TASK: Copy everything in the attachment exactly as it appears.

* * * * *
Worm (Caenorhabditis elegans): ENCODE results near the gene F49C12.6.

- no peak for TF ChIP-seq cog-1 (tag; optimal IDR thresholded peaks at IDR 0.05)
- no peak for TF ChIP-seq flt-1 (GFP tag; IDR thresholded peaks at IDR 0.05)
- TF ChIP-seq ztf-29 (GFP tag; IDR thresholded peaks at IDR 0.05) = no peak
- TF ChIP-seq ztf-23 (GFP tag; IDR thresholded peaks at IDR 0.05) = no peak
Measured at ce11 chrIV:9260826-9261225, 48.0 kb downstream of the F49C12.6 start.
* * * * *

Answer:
Worm (Caenorhabditis elegans): ENCODE results near the gene F49C12.6.

- no peak for TF ChIP-seq cog-1 (tag; optimal IDR thresholded peaks at IDR 0.05)
- no peak for TF ChIP-seq flt-1 (GFP tag; IDR thresholded peaks at IDR 0.05)
- TF ChIP-seq ztf-29 (GFP tag; IDR thresholded peaks at IDR 0.05) = no peak
- TF ChIP-seq ztf-23 (GFP tag; IDR thresholded peaks at IDR 0.05) = no peak
Measured at ce11 chrIV:9260826-9261225, 48.0 kb downstream of the F49C12.6 start.